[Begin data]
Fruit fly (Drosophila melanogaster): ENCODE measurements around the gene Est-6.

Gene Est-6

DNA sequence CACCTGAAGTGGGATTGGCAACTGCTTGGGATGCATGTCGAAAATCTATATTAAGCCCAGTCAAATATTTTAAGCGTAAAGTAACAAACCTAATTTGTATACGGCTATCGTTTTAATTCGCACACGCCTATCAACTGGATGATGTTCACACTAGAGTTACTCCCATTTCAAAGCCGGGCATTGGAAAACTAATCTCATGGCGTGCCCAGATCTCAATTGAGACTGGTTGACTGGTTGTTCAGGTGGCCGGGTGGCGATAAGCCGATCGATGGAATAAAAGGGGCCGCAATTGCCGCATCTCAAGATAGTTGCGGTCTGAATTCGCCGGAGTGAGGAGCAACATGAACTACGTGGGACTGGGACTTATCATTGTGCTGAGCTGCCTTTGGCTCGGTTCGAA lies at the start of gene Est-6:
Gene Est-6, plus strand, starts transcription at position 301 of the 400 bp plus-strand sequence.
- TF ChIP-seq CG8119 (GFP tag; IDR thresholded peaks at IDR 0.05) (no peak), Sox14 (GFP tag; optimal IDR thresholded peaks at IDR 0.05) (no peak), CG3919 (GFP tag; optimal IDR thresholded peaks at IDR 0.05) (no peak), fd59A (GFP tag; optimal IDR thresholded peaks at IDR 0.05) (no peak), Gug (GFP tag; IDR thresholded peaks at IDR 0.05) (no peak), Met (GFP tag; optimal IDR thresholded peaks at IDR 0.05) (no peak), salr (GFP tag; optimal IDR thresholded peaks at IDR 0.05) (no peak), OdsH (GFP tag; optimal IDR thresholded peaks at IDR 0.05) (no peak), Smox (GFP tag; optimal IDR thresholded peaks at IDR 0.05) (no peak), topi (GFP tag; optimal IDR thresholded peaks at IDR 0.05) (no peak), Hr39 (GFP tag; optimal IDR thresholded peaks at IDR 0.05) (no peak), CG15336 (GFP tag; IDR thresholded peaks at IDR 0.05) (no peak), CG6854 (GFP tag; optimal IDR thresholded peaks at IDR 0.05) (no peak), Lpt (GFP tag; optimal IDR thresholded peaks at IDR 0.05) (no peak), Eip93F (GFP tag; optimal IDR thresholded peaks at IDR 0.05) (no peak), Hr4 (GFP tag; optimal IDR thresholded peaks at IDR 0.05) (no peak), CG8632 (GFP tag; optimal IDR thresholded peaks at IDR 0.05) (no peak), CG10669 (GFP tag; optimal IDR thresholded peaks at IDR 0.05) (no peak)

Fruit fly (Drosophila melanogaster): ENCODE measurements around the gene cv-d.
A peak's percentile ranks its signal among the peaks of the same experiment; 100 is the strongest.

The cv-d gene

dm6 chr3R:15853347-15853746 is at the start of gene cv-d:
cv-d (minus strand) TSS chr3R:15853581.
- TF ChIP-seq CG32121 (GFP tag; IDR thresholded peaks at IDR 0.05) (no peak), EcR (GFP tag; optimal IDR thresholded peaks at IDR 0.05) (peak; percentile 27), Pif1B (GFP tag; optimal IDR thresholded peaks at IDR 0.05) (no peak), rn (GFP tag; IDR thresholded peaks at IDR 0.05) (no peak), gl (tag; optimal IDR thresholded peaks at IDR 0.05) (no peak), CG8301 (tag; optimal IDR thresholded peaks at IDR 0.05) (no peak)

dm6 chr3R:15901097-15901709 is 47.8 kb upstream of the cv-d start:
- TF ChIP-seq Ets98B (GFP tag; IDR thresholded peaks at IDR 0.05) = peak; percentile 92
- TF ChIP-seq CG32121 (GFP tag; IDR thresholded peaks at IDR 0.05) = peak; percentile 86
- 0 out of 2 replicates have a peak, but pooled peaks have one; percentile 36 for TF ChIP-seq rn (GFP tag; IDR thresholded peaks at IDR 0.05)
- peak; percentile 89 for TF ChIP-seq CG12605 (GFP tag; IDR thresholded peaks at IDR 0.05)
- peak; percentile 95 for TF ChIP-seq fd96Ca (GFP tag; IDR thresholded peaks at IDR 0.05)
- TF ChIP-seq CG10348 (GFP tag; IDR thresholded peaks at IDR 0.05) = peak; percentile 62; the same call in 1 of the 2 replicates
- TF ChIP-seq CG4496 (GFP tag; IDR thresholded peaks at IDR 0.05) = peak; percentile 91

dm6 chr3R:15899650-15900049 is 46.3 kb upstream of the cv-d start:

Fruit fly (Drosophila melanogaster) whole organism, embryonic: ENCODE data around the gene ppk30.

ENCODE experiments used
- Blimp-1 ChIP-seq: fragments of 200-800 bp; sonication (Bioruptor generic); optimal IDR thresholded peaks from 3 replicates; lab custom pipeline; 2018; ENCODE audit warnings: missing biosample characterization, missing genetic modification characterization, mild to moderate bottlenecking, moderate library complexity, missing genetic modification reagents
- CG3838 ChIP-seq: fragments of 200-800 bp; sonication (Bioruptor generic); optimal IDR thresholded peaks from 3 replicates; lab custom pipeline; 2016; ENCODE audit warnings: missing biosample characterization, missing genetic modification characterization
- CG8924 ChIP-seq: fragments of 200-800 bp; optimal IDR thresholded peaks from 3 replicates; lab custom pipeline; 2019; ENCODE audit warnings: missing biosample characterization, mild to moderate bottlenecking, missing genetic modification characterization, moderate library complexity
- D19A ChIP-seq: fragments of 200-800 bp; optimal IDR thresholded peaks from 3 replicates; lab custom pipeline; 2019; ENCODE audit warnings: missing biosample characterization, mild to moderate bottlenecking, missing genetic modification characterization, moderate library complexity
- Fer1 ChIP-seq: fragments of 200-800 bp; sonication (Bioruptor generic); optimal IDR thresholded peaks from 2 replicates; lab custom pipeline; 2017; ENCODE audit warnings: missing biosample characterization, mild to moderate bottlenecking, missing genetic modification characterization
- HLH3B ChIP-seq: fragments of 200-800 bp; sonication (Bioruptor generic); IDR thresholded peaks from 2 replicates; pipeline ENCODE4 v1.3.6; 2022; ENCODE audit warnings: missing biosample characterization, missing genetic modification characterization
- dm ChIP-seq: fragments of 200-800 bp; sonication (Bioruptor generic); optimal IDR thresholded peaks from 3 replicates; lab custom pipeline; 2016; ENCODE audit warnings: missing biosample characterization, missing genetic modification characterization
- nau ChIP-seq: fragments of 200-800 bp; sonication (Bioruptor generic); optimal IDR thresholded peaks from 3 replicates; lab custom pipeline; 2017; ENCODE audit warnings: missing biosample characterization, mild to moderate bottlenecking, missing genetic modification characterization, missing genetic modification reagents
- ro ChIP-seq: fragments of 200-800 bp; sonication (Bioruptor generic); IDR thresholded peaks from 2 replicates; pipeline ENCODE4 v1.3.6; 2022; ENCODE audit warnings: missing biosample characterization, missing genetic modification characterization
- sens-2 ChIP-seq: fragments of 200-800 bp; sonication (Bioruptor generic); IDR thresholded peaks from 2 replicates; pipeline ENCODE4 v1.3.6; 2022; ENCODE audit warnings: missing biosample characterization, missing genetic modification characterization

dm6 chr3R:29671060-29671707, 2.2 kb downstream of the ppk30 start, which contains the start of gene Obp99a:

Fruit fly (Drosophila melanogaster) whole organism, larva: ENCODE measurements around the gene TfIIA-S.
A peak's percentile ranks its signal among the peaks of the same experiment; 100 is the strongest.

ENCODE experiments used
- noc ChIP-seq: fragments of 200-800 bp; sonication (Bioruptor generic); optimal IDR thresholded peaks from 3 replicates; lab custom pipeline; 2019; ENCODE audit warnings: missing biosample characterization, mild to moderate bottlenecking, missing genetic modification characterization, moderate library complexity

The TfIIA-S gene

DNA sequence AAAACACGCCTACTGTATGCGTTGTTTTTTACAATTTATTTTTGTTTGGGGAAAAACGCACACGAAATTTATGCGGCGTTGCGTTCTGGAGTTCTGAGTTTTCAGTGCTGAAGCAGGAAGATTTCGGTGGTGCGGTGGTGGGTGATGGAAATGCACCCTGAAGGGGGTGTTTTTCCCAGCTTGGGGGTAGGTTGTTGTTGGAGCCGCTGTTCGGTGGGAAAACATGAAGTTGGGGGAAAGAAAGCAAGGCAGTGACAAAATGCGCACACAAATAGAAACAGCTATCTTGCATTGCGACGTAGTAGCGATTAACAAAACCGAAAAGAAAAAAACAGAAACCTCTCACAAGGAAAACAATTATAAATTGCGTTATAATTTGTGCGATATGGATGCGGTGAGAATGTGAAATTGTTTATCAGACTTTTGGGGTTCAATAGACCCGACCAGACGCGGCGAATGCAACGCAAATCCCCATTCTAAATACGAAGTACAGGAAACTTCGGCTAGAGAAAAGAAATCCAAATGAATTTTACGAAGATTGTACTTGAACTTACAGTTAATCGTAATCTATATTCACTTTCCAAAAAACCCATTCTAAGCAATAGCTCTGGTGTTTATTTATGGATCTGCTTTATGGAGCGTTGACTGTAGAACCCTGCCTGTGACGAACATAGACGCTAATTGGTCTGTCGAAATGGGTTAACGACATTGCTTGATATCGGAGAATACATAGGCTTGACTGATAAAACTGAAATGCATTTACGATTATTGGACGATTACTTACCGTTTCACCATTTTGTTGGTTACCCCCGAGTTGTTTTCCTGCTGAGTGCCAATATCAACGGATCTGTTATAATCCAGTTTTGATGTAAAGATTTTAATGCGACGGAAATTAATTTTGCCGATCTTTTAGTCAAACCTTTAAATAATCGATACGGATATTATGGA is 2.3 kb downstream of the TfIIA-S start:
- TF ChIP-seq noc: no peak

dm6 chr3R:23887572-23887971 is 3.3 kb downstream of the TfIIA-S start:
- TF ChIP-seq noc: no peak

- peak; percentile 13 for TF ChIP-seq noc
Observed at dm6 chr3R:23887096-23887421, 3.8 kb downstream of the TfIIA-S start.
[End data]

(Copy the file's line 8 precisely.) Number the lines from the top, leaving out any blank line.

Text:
The cv-d gene